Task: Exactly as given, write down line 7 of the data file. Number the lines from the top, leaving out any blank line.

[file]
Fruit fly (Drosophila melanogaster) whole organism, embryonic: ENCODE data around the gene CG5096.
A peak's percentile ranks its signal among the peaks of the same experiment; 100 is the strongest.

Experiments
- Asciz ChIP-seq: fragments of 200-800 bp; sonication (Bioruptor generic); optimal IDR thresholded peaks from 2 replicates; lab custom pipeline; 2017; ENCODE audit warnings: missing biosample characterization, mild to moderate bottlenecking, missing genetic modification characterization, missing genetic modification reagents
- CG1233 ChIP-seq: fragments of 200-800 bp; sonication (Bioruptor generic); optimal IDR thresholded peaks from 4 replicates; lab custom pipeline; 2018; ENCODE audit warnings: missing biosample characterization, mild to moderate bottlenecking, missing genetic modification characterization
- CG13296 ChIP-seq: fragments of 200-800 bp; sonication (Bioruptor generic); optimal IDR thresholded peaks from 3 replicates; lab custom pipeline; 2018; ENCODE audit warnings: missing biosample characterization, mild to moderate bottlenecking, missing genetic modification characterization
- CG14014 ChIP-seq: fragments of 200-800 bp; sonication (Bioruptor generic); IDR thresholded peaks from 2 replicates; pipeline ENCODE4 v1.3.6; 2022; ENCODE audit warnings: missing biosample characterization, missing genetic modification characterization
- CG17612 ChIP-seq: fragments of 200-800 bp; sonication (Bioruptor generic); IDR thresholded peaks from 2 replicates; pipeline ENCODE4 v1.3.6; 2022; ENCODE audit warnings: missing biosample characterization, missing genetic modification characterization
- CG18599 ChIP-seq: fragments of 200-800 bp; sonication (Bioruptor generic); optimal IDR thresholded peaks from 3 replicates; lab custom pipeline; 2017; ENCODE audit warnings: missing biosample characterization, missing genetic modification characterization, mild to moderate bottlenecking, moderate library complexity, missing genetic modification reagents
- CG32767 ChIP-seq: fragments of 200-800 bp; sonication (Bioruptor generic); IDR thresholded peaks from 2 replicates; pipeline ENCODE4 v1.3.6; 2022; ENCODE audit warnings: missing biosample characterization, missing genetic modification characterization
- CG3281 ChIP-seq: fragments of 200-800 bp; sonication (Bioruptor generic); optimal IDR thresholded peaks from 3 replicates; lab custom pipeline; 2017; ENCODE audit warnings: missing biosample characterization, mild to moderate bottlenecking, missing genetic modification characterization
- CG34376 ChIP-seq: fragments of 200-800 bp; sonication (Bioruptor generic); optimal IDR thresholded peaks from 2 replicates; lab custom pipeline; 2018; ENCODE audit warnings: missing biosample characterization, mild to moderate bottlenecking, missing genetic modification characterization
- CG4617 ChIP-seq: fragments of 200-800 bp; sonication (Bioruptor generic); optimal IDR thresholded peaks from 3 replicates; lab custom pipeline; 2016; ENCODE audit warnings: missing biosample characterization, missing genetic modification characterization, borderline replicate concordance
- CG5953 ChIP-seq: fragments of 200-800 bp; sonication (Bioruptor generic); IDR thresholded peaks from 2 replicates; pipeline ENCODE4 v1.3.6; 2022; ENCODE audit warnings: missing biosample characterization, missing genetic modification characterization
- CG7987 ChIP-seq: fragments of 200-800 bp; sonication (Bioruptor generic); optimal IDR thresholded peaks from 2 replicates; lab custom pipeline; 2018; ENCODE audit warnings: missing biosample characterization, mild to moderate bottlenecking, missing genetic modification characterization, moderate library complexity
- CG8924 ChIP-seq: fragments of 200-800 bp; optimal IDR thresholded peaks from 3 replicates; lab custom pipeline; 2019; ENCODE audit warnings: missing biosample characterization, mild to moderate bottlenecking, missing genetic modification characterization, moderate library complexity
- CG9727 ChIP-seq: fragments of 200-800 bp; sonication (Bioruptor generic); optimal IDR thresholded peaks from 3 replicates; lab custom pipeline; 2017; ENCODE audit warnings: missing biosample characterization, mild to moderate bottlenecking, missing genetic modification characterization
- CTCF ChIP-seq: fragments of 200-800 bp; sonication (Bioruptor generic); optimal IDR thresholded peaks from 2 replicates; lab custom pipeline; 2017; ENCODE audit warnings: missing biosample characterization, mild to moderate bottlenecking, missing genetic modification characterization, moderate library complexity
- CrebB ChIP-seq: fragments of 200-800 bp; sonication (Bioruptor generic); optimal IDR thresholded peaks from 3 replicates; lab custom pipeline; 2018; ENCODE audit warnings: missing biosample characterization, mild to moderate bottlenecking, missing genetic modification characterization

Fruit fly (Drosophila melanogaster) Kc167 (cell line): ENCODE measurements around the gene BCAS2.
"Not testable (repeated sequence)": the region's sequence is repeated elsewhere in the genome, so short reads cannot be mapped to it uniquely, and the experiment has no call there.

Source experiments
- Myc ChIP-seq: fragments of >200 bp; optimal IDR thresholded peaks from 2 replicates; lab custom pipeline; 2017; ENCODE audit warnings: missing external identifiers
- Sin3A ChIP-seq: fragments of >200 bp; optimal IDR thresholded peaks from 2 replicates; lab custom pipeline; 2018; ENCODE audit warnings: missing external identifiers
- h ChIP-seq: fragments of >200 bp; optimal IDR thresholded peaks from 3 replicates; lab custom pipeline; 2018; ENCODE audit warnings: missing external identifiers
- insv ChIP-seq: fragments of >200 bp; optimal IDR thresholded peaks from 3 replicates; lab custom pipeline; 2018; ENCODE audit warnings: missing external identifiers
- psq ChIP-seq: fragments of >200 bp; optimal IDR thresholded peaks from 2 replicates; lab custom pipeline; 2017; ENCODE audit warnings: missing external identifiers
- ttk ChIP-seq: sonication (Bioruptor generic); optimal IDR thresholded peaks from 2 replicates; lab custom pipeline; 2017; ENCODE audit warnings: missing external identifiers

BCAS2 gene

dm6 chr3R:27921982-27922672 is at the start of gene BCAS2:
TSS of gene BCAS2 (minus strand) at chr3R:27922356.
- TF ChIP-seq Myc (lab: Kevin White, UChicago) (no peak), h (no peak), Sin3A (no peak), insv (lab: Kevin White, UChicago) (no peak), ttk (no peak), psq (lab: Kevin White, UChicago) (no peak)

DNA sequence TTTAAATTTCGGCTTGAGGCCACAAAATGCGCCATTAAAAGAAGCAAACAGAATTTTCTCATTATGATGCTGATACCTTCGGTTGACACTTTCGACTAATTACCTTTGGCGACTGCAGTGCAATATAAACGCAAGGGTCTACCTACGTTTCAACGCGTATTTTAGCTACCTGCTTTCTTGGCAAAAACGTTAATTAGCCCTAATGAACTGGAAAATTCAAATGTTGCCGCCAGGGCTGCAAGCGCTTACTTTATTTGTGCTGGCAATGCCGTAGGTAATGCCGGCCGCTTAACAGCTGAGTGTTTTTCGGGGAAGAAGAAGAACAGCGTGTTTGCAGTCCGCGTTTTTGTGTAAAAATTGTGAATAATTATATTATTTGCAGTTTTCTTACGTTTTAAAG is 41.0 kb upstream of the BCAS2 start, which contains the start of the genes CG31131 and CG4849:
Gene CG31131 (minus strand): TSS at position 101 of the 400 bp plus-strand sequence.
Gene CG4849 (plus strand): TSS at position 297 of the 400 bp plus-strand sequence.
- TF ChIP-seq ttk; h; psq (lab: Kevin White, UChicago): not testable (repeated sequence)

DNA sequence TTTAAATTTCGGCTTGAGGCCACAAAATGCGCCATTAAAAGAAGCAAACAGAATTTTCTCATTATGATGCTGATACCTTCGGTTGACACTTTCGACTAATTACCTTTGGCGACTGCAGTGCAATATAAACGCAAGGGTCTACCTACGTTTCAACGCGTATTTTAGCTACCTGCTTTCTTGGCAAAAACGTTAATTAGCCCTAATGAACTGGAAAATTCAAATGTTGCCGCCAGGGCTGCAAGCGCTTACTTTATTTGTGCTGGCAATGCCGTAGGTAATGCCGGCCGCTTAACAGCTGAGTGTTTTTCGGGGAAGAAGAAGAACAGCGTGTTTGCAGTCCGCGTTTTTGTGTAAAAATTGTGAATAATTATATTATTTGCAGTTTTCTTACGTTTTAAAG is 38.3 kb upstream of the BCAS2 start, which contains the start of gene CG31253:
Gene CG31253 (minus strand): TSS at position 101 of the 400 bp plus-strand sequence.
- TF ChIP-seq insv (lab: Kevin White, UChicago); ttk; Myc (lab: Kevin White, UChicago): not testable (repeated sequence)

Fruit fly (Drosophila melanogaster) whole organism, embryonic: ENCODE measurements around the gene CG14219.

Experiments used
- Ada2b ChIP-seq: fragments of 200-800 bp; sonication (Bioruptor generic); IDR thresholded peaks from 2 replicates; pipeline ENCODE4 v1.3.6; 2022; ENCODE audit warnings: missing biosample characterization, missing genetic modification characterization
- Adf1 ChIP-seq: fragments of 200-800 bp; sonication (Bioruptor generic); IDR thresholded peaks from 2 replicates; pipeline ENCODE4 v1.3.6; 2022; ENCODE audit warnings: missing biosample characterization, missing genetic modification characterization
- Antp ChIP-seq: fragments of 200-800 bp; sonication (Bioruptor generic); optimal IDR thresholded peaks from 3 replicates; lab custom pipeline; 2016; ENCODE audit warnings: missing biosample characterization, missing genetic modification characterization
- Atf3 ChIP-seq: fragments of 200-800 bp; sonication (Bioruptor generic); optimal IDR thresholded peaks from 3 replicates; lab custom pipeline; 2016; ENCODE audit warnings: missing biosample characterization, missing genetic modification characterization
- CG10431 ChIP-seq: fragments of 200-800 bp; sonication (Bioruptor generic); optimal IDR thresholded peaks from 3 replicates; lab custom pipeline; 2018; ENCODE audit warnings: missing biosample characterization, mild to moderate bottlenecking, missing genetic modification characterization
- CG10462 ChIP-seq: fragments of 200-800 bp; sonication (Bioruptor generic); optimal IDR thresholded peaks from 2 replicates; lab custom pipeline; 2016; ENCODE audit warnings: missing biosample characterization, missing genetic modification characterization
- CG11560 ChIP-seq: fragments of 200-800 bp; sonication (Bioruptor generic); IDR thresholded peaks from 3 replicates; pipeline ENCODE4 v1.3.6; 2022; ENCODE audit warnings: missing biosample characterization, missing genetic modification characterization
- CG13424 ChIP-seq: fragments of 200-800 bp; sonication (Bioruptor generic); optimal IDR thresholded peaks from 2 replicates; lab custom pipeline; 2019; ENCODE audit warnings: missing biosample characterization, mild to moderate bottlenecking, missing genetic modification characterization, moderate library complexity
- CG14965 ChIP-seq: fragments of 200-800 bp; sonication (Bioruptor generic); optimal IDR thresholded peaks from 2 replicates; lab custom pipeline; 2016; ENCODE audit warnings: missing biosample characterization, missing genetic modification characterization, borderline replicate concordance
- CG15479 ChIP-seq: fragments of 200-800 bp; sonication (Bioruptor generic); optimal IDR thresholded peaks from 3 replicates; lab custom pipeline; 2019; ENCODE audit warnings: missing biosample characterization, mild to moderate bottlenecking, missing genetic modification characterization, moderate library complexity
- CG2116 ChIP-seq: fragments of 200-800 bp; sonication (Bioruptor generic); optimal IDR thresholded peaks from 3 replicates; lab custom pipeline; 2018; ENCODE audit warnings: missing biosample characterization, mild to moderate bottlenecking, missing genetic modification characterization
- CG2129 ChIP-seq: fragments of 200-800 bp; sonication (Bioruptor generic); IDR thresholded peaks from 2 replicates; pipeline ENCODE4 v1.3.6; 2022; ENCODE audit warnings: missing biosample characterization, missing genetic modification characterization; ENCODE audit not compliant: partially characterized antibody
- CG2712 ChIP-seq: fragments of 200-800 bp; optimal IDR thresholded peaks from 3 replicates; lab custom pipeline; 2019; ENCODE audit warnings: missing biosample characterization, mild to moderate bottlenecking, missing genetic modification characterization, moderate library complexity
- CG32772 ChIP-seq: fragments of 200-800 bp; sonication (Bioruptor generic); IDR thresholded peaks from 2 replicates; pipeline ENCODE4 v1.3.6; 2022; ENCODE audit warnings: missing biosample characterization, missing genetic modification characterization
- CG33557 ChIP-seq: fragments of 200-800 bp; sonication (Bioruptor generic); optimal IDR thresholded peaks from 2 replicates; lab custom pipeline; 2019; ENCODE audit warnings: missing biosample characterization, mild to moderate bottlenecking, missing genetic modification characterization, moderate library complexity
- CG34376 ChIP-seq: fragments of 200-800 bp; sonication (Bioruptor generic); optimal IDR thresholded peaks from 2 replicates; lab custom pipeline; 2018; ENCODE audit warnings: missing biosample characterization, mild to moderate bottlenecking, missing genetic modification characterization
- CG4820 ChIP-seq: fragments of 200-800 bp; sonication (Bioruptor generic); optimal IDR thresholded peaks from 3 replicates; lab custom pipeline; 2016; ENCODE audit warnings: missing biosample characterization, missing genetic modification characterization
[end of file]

- CG14014 ChIP-seq: fragments of 200-800 bp; sonication (Bioruptor generic); IDR thresholded peaks from 2 replicates; pipeline ENCODE4 v1.3.6; 2022; ENCODE audit warnings: missing biosample characterization, missing genetic modification characterization